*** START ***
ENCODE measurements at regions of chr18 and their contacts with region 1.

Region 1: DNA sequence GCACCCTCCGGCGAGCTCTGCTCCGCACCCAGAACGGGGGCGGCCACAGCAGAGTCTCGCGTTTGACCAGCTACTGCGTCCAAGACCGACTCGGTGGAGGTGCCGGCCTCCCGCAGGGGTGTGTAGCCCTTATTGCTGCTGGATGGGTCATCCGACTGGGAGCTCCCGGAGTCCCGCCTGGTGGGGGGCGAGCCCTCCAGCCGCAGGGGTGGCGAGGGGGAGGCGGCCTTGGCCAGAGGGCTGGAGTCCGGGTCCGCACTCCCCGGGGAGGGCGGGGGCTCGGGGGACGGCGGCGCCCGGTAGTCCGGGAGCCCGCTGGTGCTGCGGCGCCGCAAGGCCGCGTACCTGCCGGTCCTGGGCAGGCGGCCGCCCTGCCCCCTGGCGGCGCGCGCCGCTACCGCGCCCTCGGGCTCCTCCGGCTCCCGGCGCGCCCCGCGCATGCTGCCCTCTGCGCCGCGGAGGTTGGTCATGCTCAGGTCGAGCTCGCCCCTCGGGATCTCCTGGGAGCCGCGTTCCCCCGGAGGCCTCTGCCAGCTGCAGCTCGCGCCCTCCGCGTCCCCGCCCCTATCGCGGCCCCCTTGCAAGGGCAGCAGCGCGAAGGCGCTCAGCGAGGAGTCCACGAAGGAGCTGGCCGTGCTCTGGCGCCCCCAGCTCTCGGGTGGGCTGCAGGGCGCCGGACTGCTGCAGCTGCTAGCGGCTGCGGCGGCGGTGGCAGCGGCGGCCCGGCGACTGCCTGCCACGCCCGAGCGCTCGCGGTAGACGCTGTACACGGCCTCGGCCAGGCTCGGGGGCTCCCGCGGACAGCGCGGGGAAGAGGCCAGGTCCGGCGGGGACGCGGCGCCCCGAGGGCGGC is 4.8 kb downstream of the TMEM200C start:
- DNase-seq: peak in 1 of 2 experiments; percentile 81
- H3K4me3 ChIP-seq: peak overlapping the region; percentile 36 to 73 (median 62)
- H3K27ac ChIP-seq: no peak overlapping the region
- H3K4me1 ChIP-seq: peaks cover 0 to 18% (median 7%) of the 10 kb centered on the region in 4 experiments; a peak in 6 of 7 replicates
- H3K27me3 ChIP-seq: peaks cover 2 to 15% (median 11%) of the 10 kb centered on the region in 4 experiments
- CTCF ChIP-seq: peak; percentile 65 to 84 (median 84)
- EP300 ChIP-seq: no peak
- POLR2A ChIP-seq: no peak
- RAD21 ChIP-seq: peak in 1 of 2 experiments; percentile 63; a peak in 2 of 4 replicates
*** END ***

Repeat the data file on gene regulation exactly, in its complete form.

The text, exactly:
ENCODE measurements at regions of chr18 and their contacts with region 1.

Region 1: DNA sequence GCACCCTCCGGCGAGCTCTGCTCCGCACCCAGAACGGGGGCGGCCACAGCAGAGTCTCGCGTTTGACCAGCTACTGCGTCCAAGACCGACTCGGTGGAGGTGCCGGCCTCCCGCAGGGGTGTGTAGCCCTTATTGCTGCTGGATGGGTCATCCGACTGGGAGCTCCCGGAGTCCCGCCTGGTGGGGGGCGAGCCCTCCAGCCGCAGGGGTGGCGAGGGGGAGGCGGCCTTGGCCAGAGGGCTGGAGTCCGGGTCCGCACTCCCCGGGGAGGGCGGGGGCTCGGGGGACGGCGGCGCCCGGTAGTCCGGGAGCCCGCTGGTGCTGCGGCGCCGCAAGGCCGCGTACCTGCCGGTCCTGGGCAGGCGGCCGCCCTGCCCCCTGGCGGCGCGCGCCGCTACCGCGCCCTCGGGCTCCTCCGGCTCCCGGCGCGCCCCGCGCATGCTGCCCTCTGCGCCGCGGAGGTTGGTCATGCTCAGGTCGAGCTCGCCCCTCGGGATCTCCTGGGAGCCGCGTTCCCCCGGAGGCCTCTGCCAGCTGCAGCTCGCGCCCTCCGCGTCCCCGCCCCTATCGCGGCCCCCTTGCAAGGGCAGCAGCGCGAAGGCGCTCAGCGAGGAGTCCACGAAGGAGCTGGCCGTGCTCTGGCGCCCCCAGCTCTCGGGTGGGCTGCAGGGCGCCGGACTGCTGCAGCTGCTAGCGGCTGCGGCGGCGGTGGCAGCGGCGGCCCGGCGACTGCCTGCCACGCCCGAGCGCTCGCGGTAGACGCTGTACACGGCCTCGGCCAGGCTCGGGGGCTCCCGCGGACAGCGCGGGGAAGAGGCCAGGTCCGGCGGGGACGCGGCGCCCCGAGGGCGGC is 4.8 kb downstream of the TMEM200C start:
- DNase-seq: peak in 1 of 2 experiments; percentile 81
- H3K4me3 ChIP-seq: peak overlapping the region; percentile 36 to 73 (median 62)
- H3K27ac ChIP-seq: no peak overlapping the region
- H3K4me1 ChIP-seq: peaks cover 0 to 18% (median 7%) of the 10 kb centered on the region in 4 experiments; a peak in 6 of 7 replicates
- H3K27me3 ChIP-seq: peaks cover 2 to 15% (median 11%) of the 10 kb centered on the region in 4 experiments
- CTCF ChIP-seq: peak; percentile 65 to 84 (median 84)
- EP300 ChIP-seq: no peak
- POLR2A ChIP-seq: no peak
- RAD21 ChIP-seq: peak in 1 of 2 experiments; percentile 63; a peak in 2 of 4 replicates